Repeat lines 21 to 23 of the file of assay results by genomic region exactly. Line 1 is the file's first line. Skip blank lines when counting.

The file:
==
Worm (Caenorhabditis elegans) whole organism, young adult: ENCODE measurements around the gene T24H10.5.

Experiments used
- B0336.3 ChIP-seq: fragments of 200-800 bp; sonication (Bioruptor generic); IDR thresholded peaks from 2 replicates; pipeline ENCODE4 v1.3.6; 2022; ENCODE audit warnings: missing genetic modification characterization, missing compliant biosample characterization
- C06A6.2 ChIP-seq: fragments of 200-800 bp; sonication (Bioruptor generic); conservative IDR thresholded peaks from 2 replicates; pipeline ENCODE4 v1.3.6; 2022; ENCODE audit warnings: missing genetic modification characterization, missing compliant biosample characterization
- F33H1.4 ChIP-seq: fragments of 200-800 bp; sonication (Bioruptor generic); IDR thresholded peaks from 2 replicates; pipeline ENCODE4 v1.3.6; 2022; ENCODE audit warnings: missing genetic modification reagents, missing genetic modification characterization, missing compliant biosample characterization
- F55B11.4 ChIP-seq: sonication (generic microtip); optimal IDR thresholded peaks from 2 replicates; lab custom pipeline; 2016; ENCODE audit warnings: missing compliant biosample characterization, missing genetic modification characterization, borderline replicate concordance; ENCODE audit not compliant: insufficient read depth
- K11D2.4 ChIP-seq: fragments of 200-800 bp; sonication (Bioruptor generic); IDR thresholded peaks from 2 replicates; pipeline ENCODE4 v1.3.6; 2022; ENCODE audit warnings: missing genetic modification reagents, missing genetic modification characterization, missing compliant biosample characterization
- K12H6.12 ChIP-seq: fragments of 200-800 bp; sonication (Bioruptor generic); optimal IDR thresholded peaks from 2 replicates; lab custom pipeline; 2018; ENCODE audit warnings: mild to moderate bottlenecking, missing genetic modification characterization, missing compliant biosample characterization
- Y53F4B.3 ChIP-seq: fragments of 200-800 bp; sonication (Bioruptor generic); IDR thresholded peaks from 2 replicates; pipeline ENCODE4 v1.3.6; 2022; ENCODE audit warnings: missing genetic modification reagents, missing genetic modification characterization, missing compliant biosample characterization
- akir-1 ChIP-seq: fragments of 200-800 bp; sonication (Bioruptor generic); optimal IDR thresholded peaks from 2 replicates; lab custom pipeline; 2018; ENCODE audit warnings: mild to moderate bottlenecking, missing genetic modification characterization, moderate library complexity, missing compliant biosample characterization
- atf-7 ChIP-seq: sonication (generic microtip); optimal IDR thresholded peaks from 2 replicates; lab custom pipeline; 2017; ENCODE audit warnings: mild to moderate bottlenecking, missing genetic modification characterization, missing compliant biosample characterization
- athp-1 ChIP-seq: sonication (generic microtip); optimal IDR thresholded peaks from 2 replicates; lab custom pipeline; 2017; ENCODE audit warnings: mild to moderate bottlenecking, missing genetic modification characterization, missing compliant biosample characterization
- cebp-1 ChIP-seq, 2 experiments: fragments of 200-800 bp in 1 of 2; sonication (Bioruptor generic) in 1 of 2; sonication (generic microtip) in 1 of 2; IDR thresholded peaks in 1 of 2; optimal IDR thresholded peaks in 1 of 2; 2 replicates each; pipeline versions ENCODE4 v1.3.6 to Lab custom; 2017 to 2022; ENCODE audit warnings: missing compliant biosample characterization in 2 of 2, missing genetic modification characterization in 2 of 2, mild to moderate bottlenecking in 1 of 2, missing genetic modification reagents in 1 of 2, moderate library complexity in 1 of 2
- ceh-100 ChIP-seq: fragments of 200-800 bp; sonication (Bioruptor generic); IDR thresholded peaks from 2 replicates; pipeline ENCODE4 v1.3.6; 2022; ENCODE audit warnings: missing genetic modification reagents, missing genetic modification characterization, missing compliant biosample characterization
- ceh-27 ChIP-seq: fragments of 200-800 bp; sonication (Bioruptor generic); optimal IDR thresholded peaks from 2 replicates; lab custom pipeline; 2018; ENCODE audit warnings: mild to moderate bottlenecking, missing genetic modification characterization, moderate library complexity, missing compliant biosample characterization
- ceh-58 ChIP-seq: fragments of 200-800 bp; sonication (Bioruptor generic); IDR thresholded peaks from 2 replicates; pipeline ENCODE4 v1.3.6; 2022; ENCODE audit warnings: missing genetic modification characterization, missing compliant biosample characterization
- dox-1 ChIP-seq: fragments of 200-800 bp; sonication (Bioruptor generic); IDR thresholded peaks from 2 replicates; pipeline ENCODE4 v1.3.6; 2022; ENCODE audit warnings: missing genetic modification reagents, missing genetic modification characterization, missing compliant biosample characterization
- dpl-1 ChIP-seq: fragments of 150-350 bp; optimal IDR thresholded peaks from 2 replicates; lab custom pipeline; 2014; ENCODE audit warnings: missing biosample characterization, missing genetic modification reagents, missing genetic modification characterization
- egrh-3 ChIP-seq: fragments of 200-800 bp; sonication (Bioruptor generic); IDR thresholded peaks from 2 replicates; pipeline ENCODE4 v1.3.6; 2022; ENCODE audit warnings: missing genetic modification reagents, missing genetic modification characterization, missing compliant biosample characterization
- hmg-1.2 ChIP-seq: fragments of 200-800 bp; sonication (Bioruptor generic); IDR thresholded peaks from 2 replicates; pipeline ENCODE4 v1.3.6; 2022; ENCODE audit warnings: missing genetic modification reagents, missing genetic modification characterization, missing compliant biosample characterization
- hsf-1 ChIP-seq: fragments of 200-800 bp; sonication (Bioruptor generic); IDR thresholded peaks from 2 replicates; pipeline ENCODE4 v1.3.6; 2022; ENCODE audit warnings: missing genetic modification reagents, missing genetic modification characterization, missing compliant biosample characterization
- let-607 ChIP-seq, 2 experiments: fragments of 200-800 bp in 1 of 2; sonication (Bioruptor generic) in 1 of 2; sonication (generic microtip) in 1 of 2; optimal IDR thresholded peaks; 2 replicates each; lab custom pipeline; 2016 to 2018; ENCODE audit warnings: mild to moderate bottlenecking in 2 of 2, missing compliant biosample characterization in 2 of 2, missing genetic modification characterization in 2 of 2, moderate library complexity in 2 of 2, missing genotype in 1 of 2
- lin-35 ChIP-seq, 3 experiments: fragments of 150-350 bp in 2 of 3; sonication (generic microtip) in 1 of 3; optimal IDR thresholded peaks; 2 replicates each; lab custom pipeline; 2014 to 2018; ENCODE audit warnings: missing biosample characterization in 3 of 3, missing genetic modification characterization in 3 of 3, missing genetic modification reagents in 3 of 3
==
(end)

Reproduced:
- hsf-1 ChIP-seq: fragments of 200-800 bp; sonication (Bioruptor generic); IDR thresholded peaks from 2 replicates; pipeline ENCODE4 v1.3.6; 2022; ENCODE audit warnings: missing genetic modification reagents, missing genetic modification characterization, missing compliant biosample characterization
- let-607 ChIP-seq, 2 experiments: fragments of 200-800 bp in 1 of 2; sonication (Bioruptor generic) in 1 of 2; sonication (generic microtip) in 1 of 2; optimal IDR thresholded peaks; 2 replicates each; lab custom pipeline; 2016 to 2018; ENCODE audit warnings: mild to moderate bottlenecking in 2 of 2, missing compliant biosample characterization in 2 of 2, missing genetic modification characterization in 2 of 2, moderate library complexity in 2 of 2, missing genotype in 1 of 2
- lin-35 ChIP-seq, 3 experiments: fragments of 150-350 bp in 2 of 3; sonication (generic microtip) in 1 of 3; optimal IDR thresholded peaks; 2 replicates each; lab custom pipeline; 2014 to 2018; ENCODE audit warnings: missing biosample characterization in 3 of 3, missing genetic modification characterization in 3 of 3, missing genetic modification reagents in 3 of 3